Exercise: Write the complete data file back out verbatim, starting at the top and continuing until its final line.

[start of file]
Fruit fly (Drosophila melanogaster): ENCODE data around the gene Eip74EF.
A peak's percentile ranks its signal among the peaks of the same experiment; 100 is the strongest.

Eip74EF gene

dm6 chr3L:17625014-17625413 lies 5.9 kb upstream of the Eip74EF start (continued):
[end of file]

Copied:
Fruit fly (Drosophila melanogaster): ENCODE data around the gene Eip74EF.
A peak's percentile ranks its signal among the peaks of the same experiment; 100 is the strongest.

Eip74EF gene

dm6 chr3L:17625014-17625413 lies 5.9 kb upstream of the Eip74EF start (continued):